By using the internet, terrorists can quickly and effectively recruit, incite violence, transfer funds and even, organize attacks, with relative freedom and secrecy across borders to an almost limitless audience.
“But, their advantage is not absolute,” said retired U.S. Army Lt. Gen. Keith W. Dayton, director of the George C. Marshall European Center for Security Studies, a German-American security and defense institute based in Garmisch-Partenkirchen, Germany. “We can use the internet against them.”
NEW, COMPLICATED WORLD FOR COUNTERTERRORISM
A team of eight experts from the U.S. Federal Bureau of Investigation taught 33 participants from 23 countries how to bring the fight to the internet at the Marshall Center’s global counterterrorism workshop on “Investigating Terrorists Online” from November 27 to 30, 2017.
November 27, 2017 - Assistant Special Agent Christopher Serdinak, who is in charge of the counterterrorism program in Chicago for the U.S. Federal Bureau of Investigation, introduces his team of experts who will be teaching the necessary skills to bring the fight to the internet at the global counterterrorism workshop on “Investigating Terrorists Online” at the George C. Marshall European Center for Security Studies in Garmisch-Partenkirchen, Germany. (Marshall Center for Security Studies photo by Karl-Heinz Wedhorn)
“Working investigations online is really the new world we live in as counterterrorism professionals, and it’s very new and complicated,” said Assistant Special Agent Christopher Serdinak, who is in charge of the counterterrorism program in Chicago for the FBI. “Counterterrorism experts around the world are trying to learn as fast as they can, because it changes so rapidly.”
ARMING THE COUNTERTERRORISM NETWORK
That’s why Serdinak, who is an alumnus of the Marshall Center’s Program on Terrorism and Security Studies, asked the PTSS Director Jim Howcroft if he could bring a team of experts to teach how to target terrorists online to fellow alumni and 13 legal attach�s from seven countries in the Balkans and Eastern Europe, who routinely work with the FBI.
“Chris’ willingness and initiative to put a team together and teach the latest techniques and tools to our partners around the world in the fight against terrorism was a genius move,” said Howcroft. “This is an evolving and important part of the counterterrorism fight that most people do not know much about, and the FBI has the expertise to teach us how to use this capability.”
Serdinak’s team was included FBI agents, analysts and a legal attach� from his unit in Chicago and FBI Headquarters in Washington, D.C.
“My team are very skilled in counterterrorism investigations,” Serdinak said. “It’s their sole task, and they do it every day.”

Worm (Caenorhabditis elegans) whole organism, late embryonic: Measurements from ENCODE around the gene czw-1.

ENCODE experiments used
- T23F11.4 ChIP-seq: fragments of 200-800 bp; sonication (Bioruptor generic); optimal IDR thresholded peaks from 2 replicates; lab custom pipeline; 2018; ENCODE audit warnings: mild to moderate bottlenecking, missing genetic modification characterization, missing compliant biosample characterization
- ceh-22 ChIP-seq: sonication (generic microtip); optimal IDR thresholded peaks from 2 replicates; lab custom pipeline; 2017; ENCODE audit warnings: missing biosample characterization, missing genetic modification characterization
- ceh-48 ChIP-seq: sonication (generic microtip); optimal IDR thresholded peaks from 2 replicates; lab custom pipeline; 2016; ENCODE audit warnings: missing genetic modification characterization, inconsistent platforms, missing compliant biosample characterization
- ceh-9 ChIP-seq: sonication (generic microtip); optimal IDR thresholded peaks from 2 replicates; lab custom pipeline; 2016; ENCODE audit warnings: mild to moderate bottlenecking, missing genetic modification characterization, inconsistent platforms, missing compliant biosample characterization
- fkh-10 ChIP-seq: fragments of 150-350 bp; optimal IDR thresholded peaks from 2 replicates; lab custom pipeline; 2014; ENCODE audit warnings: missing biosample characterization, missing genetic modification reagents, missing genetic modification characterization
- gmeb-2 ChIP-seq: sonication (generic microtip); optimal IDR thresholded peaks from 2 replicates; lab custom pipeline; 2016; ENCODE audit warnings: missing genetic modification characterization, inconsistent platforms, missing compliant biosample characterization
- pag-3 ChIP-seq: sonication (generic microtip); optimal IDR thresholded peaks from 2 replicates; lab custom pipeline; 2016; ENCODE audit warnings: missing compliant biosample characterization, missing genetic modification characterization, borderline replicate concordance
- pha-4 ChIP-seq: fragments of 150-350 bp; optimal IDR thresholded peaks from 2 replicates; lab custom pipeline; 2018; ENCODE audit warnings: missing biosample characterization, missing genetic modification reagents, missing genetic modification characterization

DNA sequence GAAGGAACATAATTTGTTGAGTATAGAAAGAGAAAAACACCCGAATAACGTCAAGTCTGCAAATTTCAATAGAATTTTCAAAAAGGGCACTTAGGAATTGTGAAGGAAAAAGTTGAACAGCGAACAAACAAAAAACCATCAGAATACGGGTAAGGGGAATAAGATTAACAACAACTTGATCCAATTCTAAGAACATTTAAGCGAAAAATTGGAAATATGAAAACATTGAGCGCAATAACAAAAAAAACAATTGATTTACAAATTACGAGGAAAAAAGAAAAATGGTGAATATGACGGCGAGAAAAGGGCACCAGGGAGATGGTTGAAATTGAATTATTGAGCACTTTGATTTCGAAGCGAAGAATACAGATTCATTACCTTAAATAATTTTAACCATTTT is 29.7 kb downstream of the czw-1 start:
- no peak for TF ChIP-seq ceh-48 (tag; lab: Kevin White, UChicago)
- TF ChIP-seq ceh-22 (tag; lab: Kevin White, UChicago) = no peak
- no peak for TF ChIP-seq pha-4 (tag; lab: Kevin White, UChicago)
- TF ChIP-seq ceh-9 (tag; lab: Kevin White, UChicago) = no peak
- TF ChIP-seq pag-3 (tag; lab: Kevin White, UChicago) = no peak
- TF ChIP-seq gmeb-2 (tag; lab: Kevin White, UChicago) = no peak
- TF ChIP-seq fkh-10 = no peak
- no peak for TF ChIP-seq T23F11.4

COOPERATE IN CYBERSPACE
Howcroft said the workshop provided an atmosphere for the participants and FBI agents to discuss and exchange ideas, best practices and recommendations on how to investigate and take action against terrorists online.
“What will we do here is explore ways to share and cooperate in cyberspace to address this growing global and transnational problem,” said Dayton at the beginning of the workshop. “By the time you leave here, you will be equipped with knowledge and a renewed and expanded network of partners you can turn to when you need advice or assistance.”
Another important aspect of this workshop was that the partner-nation, counterterrorism professionals got to meet and get to know FBI agents, said Howcroft.
“This is important because they will need to go through the FBI to access the social media companies that are based in the United States, like Twitter, Facebook and Google,” he said.
Interactive sessions dealt with identifying derogatory social media accounts, current trends and evolution of the online environment for recruitment and racialization by the Islamic State, and how to conduct handoffs from the FBI to foreign partners for targeting social media account users.
“A lot of the information we shared was actual technical skill, almost to the computer science level, like using different social media platforms and encrypted apps frequently used by terrorists,” Serdinak said.
ALREADY TREMENDOUS RESULTS
This information has already helped Ravindar Singh’s team back in Malaysia.
“We only knew how to use Google to get evidence and information, but after the first day here, I learned from the FBI agents how to use different tools and devices to find other activities, which are linked together,” said Singh, assistant director of the Narcotic Intelligence with the Royal Malaysia Police. “I called my team that night and told them about these new devices, and I just heard from them that the results were tremendous.”
By Christine June, George C. Marshall Center for Security Studies
Provided through DVIDS
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